Anya Shrubsole was 10 years old when her father, Ian played in a club final at Lord's. That day she told him she would like to play at the ground too. For England. In a World Cup final. She left out the part about winning. England almost left that part out too.

Despite boasting four of the top 10 run-scorers in the tournament, they posted a below-par score in the final. Only three totals lower than their 228 had been successfully defended in the competition, twice against a team that did not win a match. India's 169 and Sri Lanka's 221 were both enough against Pakistan. England themselves had turned 220 into enough against West Indies but this was India.

India, who had beaten Australia, who were the defending champions. India, whose captain Mithali Raj was five runs away from overtaking Tammy Beaumont as the leading run-scorer before this match and whose No.4 Harmanpreet Kaur had played the most dominant innings in women's ODI history just three days ago. India, who were in the process of revolutionising the women's game. And India, who until the 43rd over, were on track and in luck.

The things England usually do right, they did wrong. Heather Knight dropped a catch, Sarah Taylor missed a stumping, Katherine Brunt misfielded. The occasion, the rare occasion in which women's teams could play at Lord's, rarer still because it was in front of a full house, seemed to be getting to the hosts. Aerial shots were falling safe, gaps were being pierced and Punam Raut was overcoming cramp to play what was shaping as a tournament-winning knock.

With Laura Marsh bowled out, Heather Knight brought Shrubsole back in the 43rd over even as she got the sense "things were slipping away." After the first two balls, they only seemed to slip further. Veda Krishnamurthy struck back-to-back boundaries, India were 191 for 3 and needed 38 off 44 balls. Even a wicket at that stage would only be consolation, right? Maybe not.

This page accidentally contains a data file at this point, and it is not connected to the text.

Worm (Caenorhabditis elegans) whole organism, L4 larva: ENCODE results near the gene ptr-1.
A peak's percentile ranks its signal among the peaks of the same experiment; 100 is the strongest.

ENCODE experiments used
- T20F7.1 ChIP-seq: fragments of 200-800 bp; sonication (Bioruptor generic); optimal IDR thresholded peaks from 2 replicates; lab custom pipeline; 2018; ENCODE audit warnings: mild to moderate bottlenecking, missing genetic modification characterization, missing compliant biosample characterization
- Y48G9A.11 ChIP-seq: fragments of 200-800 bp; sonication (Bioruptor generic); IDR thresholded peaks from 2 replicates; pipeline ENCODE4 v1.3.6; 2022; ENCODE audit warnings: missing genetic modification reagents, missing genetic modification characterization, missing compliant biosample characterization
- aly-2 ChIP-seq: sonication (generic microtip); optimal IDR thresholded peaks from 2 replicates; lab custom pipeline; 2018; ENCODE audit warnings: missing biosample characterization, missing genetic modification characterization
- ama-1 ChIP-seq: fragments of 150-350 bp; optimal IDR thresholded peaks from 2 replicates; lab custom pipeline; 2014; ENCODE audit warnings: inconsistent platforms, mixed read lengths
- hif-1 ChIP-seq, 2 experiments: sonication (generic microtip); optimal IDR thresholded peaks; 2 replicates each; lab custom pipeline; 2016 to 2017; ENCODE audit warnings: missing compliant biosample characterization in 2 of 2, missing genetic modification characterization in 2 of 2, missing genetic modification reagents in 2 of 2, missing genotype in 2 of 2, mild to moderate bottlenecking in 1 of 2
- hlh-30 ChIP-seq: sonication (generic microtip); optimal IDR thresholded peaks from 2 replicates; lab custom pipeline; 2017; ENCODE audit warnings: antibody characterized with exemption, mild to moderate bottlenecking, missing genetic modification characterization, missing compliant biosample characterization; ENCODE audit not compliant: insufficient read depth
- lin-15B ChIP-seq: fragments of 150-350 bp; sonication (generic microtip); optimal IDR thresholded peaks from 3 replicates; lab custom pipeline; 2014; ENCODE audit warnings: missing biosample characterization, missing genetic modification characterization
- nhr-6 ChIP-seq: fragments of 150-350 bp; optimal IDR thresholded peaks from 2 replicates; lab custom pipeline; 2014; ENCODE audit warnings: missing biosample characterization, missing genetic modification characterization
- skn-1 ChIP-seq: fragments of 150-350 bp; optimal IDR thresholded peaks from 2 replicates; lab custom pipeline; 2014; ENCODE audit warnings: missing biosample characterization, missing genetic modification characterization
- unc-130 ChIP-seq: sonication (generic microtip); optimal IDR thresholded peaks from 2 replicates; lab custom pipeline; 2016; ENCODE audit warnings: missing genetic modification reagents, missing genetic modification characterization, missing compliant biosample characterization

Shrubsole slid one in from wide of the crease that struck Raut on the knee roll. She was given out. By the time Raut wanted to review, it was too late so she had to go. The review would have been wasted anyway. The ball was going on to hit the stumps.

Watching on Raj still wore her pads, as though she was hopeful she may get to bat again. She said afterwards that was not when the butterflies stirred. Neither was it in the next over when Sushma Verma tried to sweep and gloved the ball onto her stumps. India had lost two wickets in five balls but Krishnamurthy was still there. Between those dismissals, she'd executed a gorgeous inside-out cover-drive off Alex Hartley. As far as Raj was concerned, India still had. As far as Shrubsole was concerned, they didn't.

Shrubsole was sure England had created enough pressure to cause doubt in their opposition's minds. With the level of noise, even though it was evenly split in favour of both sides, and the significance of the game, she thought that the two wickets they'd already taken could bring a few more. She was almost proved right the very next ball. India were feeling the heat and Deepti Sharma wanted to be anywhere but on strike. She dabbed the ball into the offside and set off even though Krishnamurthy was not interested. She had to turn back and was saved by a dive but it was obvious there was some kind of panic.